The court acted after another state prisoner, Bobby Ray Gilbert, claimed that he killed Wicker and had unprotected sex with Wicker's wife afterward. Gilbert is serving life in prison without parole for convictions in two other killings.

    After halting Arthur's execution, the Supreme Court directed Jefferson County Circuit Judge Teresa Pulliam to review Gilbert's claims.

    The judge held hearings, with Judy Wicker saying that she did not know Gilbert and that she was present when Arthur shot her husband.

    The judge said testimony from other inmates showed Arthur worked with Gilbert to develop the false claim while both were at Holman Prison.

    She also wrote that DNA testing of crime scene evidence - done for the 1st time in the case - showed that none of the semen found on Judy Wicker's clothing matched Gilbert's.

    Instead, the judge said the semen "is consistent with her having sex with her husband at some time in the close proximity of the murder and her false allegation of rape, and not with Gilbert."

    The judge wrote that the evidence "establishes that both Gilbert and Arthur have defrauded this Court."

    In addition to Gilbert's execution being halted last year, he also received court-ordered stays after execution dates were set in 2001 and 2007.

    (source: Tuscaloosa News)

  7. #27

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    September 30, 2009

    Alabama attorney general's office seeks an execution date for Thomas Arthur----Max Payne is set to die Oct. 8

    The Alabama attorney general's office has asked the Alabama Supreme Court to set an execution date for convicted murderer Thomas Arthur.

    Arthur's claims that another inmate killed Troy Wicker Jr. in 1982 were rejected by a Jefferson County judge who said Arthur and the inmate were trying "to defraud this court."

    In its motion earlier this month, the attorney general's office cited Jefferson County Circuit Judge Teresa Pulliam's August ruling that no credible evidence backed Bobby Ray Gilbert's sworn statement that he, not Arthur, shot and killed Wicker.

    Arthur, 67, has been on death row at Holman Correctional Facility since 1983. He has been scheduled for execution more than once, but the Supreme Court postponed the most recent date, July 31, 2008, to allow Pulliam to hold a hearing on Gilbert's statement.

    Pulliam ultimately ruled that the state presented "particularly convincing" evidence "that Arthur participated in the creation of Gilbert's affidavit" by feeding him information about Wicker's killing. She also noted that DNA testing refuted Gilbert's claim that he had sex with Wicker's wife, Judy, shortly after the murder.

    As of Sept. 23, 203 inmates were on Alabama's death row. One of them, Max Landon Payne, is scheduled to die by lethal injection Oct. 8.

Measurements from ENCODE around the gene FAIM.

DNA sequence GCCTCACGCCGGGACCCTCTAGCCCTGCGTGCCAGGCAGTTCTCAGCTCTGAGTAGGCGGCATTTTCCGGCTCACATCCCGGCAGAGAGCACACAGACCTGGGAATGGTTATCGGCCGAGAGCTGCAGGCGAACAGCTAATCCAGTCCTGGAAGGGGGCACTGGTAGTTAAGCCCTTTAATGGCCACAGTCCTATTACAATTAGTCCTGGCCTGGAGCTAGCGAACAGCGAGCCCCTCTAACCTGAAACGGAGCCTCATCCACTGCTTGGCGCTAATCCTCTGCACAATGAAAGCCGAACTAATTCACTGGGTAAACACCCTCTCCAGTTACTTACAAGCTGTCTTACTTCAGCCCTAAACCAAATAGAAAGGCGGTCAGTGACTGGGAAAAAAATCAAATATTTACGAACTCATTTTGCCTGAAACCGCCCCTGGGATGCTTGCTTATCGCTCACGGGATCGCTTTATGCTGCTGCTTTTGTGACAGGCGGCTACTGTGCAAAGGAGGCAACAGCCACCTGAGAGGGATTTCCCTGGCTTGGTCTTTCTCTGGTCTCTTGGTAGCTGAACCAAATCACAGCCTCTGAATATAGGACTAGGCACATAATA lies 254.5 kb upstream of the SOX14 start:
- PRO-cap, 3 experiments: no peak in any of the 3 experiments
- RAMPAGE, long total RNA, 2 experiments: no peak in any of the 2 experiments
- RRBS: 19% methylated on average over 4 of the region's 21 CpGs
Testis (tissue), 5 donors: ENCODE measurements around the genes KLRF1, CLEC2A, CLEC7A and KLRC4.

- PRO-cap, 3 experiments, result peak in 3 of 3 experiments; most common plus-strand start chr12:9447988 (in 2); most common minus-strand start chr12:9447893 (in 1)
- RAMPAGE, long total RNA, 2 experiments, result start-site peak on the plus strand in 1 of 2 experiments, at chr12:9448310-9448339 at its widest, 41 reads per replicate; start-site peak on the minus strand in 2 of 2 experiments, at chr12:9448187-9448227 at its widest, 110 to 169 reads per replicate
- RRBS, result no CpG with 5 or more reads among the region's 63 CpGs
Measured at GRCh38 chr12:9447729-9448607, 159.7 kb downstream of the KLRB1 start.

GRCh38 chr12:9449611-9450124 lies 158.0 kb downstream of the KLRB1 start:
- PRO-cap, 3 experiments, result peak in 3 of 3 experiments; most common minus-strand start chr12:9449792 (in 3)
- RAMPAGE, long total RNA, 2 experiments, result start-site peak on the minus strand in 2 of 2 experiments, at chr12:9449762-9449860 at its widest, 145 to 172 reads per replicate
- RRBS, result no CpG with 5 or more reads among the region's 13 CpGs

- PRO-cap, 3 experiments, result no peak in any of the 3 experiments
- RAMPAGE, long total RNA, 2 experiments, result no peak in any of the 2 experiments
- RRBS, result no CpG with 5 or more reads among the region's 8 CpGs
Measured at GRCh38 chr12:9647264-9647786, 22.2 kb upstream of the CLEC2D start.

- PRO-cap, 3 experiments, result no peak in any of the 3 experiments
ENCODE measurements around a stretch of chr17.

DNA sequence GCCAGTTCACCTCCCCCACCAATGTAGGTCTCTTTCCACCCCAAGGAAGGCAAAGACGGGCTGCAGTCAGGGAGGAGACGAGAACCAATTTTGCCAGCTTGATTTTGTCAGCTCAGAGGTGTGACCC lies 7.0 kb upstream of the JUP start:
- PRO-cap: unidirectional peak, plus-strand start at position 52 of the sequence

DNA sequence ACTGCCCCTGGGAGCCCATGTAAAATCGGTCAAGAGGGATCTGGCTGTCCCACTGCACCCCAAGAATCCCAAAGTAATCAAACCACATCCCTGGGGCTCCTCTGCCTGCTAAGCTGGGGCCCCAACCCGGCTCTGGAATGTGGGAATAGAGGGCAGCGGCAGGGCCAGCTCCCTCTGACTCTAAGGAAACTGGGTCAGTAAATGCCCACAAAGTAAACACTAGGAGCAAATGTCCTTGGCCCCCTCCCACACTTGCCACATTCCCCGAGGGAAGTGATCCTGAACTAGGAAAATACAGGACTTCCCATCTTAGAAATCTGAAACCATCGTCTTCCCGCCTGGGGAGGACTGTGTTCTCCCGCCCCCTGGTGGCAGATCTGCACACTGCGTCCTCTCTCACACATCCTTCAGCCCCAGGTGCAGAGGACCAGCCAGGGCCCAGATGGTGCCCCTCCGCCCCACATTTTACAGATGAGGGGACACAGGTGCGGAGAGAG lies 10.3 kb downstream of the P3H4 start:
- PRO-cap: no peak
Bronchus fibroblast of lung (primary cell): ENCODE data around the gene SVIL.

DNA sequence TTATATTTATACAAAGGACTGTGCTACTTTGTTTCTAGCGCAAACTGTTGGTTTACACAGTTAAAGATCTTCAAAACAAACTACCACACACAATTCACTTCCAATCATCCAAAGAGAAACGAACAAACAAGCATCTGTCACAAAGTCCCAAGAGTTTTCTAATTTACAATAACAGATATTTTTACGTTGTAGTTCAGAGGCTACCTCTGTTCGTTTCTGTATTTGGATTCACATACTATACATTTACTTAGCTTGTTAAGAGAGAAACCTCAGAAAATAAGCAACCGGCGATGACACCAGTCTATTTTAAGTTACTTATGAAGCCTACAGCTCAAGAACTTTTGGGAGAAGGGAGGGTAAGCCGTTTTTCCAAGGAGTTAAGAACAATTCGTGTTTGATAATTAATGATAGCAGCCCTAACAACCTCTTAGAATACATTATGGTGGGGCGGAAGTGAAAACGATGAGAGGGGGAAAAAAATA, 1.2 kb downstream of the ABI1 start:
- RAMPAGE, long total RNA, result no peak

Payne, 38, was convicted of robbing and abducting Cullman County store owner Braxton Brown in 1992 and killing him with 2 shotgun blasts to the face.

    5 Alabama death row inmates have been executed this year.

    (source: Birmingham News)

  8. #28

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    August 14, 2010

    Supreme Court asked to review Arthur trial denial


    The oft-appealed murder-for-hire conviction of Tommy Douglas Arthur, one of the longest serving death row inmates, has been appealed again.

    Arthur Arthur's attorney filed a petition requesting the Alabama Supreme Court review a judge's 2009 decision not to grant Arthur a new trial.

    Arthur was sentenced to die by three separate juries for the Feb. 1, 1982, death of Muscle Shoals businessman, Troy Wicker.

    At the time of Wicker's death, Arthur also was serving time at the Decatur work release facility as part of a sentence for a 1977 Marion County homicide to which he confessed.

    On July 9, Arthur's New York attorney, Andrew Brinkman, filed a petition for writ of certiorari now pending before the Supreme Court.

    There is no timetable on when or if the court will agree to consider Brinkman's request.

    Brinkman was not available for comment Wednesday, but the petition on file with the court bases the request on DNA testing of evidence at the crime scene. Brinkman based his request on Alabama Rule 32 that sets terms for introducing evidence not in the original trial.

    Assistant Attorney General Clay Crenshaw said the petition before the Supreme Court is based on DNA testing.

    DNA testing did not exist when Wicker was murdered at his home in Muscle Shoals. Arthur was convicted of the killing and sentenced to die in two separate jury trials, but the convictions were overturned. Conviction by a third jury still stands.

    Arthur has been within hours of execution more than once only to have the execution delayed by appeals.

    Three days before Arthur was last scheduled for execution in July 2008, an inmate serving a life sentence without parole confessed to having sex with Wicker's wife, Judy, the day of Troy Wicker's death and killing him.

    Because inmate Bobby Ray Gilbert, now serving a life sentence without parole at St. Clair Correctional Facility, was a minor in 1982, he would not face the death penalty if found guilty.

    The confession led to a request before Jefferson County Circuit Judge Teresa Pulliam for DNA testing of crime scene evidence to back up Gilbert's confession. Arthur's attorneys sought the testing as basis for a new trial for Arthur.

    The state argued DNA testing would not prove Gilbert committed the crime. Pulliam ordered DNA testing.